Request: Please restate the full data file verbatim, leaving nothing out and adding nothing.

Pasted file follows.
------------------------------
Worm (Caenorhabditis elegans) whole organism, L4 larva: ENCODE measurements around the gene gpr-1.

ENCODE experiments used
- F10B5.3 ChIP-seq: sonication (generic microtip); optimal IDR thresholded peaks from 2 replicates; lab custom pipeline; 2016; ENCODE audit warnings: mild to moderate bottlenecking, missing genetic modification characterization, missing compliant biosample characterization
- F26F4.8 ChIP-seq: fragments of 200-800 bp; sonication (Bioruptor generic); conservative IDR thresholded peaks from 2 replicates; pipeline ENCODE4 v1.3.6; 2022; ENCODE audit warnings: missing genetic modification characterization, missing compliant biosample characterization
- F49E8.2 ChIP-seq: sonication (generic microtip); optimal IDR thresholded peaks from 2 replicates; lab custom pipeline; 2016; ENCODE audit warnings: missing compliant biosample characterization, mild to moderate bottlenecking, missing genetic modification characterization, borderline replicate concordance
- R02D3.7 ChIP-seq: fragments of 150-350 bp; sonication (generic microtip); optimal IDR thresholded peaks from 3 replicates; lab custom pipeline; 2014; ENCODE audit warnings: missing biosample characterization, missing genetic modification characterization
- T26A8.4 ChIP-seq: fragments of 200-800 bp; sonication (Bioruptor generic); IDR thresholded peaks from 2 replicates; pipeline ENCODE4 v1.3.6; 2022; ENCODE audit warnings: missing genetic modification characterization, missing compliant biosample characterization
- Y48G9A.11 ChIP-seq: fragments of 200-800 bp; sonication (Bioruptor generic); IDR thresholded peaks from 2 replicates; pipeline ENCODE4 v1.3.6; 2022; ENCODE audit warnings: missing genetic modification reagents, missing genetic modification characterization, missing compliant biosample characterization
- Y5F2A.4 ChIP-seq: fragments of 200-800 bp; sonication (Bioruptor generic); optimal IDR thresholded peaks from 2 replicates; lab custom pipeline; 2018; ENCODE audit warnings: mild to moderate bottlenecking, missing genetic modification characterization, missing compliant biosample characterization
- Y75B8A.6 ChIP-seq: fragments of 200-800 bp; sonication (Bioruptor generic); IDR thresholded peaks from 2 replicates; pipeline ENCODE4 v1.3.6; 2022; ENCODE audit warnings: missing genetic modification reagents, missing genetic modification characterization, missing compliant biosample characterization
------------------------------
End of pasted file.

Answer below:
Worm (Caenorhabditis elegans) whole organism, L4 larva: ENCODE measurements around the gene gpr-1.

ENCODE experiments used
- F10B5.3 ChIP-seq: sonication (generic microtip); optimal IDR thresholded peaks from 2 replicates; lab custom pipeline; 2016; ENCODE audit warnings: mild to moderate bottlenecking, missing genetic modification characterization, missing compliant biosample characterization
- F26F4.8 ChIP-seq: fragments of 200-800 bp; sonication (Bioruptor generic); conservative IDR thresholded peaks from 2 replicates; pipeline ENCODE4 v1.3.6; 2022; ENCODE audit warnings: missing genetic modification characterization, missing compliant biosample characterization
- F49E8.2 ChIP-seq: sonication (generic microtip); optimal IDR thresholded peaks from 2 replicates; lab custom pipeline; 2016; ENCODE audit warnings: missing compliant biosample characterization, mild to moderate bottlenecking, missing genetic modification characterization, borderline replicate concordance
- R02D3.7 ChIP-seq: fragments of 150-350 bp; sonication (generic microtip); optimal IDR thresholded peaks from 3 replicates; lab custom pipeline; 2014; ENCODE audit warnings: missing biosample characterization, missing genetic modification characterization
- T26A8.4 ChIP-seq: fragments of 200-800 bp; sonication (Bioruptor generic); IDR thresholded peaks from 2 replicates; pipeline ENCODE4 v1.3.6; 2022; ENCODE audit warnings: missing genetic modification characterization, missing compliant biosample characterization
- Y48G9A.11 ChIP-seq: fragments of 200-800 bp; sonication (Bioruptor generic); IDR thresholded peaks from 2 replicates; pipeline ENCODE4 v1.3.6; 2022; ENCODE audit warnings: missing genetic modification reagents, missing genetic modification characterization, missing compliant biosample characterization
- Y5F2A.4 ChIP-seq: fragments of 200-800 bp; sonication (Bioruptor generic); optimal IDR thresholded peaks from 2 replicates; lab custom pipeline; 2018; ENCODE audit warnings: mild to moderate bottlenecking, missing genetic modification characterization, missing compliant biosample characterization
- Y75B8A.6 ChIP-seq: fragments of 200-800 bp; sonication (Bioruptor generic); IDR thresholded peaks from 2 replicates; pipeline ENCODE4 v1.3.6; 2022; ENCODE audit warnings: missing genetic modification reagents, missing genetic modification characterization, missing compliant biosample characterization